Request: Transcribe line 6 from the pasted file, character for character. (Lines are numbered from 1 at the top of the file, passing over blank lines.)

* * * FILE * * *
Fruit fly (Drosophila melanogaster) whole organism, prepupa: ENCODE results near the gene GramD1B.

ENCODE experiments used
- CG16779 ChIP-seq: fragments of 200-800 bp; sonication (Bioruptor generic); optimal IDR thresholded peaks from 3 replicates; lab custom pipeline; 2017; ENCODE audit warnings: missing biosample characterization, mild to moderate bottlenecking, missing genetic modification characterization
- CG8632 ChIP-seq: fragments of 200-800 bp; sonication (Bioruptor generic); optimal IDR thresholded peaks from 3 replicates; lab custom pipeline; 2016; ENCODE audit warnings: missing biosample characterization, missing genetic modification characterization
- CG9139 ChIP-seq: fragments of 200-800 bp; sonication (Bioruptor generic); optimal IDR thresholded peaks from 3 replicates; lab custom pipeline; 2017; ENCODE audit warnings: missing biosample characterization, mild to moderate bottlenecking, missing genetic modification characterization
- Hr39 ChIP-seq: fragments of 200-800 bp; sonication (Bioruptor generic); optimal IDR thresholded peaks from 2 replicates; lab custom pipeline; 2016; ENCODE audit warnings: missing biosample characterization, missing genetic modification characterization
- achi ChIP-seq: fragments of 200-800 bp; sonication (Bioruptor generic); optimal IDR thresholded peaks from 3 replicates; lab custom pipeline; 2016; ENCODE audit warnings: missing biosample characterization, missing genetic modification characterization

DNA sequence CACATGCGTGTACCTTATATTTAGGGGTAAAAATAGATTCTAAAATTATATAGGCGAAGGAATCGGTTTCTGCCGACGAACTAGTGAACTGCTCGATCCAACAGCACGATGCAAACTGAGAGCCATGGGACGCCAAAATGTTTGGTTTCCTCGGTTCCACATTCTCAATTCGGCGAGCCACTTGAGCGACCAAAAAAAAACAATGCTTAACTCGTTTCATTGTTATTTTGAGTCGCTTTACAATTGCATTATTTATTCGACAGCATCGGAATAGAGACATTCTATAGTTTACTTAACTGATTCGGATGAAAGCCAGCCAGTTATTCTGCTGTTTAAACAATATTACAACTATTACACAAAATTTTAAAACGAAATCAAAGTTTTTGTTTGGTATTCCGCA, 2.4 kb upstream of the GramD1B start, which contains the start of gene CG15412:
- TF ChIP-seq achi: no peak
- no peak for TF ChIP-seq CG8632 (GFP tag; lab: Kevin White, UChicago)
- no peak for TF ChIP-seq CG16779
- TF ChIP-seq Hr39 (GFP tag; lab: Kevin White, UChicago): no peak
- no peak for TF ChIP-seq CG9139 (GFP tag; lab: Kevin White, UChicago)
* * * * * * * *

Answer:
- Hr39 ChIP-seq: fragments of 200-800 bp; sonication (Bioruptor generic); optimal IDR thresholded peaks from 2 replicates; lab custom pipeline; 2016; ENCODE audit warnings: missing biosample characterization, missing genetic modification characterization